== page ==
In the Hollywood version of parent trigger laws, motivated parents of children trapped in a failing inner city school join forces to take over the institution and save their children’s futures.
In reality, trigger laws, which allow parents to intervene in a struggling school, are a lot more complicated and controversial.
Versions of parent trigger laws have been proposed in at least 25 states and adopted by seven, according to the National Conference of State Legislatures. In real life, parent triggers have been attempted only a handful of times.
California in 2010 adopted the first parent trigger law in the nation. Connecticut, Indiana, Louisiana, Mississippi, Ohio and Texas, have since followed, according to Josh Cunningham, a policy specialist at NCSL.
In most states, the laws allow parents to petition for change when a school fails to meet certain requirements, typically underperforming for a number of years. The options for parents vary by state but may include replacing a principal, converting a school to a charter school, or closing a school.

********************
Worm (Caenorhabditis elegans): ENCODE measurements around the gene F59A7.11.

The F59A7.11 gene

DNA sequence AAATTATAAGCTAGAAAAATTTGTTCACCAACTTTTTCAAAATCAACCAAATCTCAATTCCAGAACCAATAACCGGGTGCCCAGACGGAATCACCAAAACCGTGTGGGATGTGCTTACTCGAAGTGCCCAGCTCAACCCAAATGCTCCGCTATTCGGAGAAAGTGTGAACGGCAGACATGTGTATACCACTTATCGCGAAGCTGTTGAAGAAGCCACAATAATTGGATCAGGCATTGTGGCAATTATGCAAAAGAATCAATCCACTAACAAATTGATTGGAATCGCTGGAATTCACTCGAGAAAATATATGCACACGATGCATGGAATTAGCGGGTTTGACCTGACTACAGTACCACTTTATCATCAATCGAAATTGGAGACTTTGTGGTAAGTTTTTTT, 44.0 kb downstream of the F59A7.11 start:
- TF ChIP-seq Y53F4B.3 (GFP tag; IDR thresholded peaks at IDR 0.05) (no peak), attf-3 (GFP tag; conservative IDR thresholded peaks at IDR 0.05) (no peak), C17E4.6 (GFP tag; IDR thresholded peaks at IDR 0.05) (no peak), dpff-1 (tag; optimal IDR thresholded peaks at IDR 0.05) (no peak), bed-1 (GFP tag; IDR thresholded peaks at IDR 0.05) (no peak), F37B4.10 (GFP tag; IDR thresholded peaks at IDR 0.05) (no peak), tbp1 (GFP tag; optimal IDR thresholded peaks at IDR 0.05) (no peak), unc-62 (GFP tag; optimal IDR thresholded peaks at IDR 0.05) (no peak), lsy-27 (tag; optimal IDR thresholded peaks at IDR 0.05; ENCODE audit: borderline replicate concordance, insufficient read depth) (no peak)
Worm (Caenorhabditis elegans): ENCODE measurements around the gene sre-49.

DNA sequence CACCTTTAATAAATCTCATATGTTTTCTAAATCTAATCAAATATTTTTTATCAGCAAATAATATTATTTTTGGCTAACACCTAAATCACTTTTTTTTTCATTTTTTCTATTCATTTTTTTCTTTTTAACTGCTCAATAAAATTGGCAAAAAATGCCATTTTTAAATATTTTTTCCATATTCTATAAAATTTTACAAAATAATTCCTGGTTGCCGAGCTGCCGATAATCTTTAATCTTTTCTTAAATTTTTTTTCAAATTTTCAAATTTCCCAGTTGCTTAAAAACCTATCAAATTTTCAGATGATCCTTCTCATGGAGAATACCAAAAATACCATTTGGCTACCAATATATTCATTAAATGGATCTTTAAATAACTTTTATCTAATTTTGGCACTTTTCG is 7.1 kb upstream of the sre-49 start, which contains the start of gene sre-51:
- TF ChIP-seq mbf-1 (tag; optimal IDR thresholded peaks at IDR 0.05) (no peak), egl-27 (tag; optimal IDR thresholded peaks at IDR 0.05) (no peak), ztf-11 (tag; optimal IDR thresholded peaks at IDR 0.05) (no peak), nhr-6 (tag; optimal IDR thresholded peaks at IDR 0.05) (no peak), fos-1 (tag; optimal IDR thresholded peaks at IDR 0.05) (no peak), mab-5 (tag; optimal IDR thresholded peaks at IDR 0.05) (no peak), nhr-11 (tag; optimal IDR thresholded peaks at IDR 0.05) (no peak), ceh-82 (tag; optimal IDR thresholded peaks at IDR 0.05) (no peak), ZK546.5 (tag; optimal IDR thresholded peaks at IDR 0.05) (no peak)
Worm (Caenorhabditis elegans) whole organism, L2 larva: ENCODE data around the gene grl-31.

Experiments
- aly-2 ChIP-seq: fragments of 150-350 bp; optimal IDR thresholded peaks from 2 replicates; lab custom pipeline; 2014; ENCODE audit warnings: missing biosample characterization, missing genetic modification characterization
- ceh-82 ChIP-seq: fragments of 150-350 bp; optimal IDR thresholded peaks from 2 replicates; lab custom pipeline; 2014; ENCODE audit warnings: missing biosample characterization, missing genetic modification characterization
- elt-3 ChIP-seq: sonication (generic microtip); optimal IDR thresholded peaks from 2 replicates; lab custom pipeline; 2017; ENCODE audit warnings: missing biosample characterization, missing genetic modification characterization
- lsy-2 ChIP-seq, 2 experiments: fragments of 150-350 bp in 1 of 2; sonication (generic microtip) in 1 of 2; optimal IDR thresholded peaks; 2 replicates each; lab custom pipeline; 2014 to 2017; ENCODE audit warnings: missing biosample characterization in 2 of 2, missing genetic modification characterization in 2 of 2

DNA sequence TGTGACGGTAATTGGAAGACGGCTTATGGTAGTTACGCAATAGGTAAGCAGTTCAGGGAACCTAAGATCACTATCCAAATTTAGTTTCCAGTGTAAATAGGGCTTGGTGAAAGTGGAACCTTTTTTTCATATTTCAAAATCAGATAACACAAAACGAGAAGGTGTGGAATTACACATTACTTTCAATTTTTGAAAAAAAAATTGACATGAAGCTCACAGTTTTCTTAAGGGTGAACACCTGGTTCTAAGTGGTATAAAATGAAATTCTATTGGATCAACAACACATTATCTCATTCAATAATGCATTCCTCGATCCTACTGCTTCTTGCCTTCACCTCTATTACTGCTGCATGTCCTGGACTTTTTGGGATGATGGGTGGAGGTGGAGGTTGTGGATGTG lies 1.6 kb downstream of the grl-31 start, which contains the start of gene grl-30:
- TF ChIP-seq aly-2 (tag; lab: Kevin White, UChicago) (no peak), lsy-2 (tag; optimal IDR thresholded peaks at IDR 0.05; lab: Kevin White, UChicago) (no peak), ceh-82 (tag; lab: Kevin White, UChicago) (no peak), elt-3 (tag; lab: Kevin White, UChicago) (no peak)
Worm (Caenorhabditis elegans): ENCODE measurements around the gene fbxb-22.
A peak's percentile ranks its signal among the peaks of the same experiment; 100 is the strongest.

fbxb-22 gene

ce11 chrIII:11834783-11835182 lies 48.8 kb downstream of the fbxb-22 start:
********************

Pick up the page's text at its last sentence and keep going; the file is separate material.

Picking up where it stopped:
This year, bills to either create new parent trigger laws or modify existing ones – in some cases expanding them to potentially include more struggling schools -- are still alive in about a dozen states, while about a half dozen states have already rejected such legislation, Cunningham said.
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